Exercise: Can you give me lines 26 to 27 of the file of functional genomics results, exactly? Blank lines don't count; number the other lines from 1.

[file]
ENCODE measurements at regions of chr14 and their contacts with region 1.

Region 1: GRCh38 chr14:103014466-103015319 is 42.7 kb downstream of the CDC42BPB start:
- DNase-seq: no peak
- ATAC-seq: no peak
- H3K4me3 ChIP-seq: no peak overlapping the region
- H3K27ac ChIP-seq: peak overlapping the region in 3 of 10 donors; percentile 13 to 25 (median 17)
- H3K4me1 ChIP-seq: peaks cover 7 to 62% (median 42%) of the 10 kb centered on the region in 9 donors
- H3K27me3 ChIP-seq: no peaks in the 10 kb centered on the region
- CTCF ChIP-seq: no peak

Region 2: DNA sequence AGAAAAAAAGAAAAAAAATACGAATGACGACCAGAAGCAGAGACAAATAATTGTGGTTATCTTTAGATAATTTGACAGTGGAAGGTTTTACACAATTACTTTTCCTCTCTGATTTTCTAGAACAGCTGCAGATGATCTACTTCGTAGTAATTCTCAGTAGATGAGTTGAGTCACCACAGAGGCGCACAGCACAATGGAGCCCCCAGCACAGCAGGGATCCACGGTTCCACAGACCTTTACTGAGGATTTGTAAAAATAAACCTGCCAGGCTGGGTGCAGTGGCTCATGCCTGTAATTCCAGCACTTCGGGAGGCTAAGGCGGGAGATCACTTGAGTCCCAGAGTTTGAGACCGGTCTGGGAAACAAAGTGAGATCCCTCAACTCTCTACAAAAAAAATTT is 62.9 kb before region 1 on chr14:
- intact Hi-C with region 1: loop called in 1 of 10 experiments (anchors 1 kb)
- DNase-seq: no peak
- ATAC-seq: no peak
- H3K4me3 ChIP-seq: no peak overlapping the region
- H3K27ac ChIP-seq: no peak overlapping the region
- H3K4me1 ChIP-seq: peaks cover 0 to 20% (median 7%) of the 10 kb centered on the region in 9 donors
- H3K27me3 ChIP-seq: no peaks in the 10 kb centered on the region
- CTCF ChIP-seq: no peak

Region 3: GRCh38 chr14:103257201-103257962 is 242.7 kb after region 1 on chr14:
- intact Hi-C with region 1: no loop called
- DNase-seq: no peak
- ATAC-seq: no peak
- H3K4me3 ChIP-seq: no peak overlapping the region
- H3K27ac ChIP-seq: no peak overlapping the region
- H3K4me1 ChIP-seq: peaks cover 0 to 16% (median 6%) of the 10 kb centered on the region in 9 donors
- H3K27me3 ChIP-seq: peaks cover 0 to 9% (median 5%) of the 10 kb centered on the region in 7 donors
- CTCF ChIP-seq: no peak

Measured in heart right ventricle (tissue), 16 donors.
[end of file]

- H3K27me3 ChIP-seq: peaks cover 0 to 9% (median 5%) of the 10 kb centered on the region in 7 donors
- CTCF ChIP-seq: no peak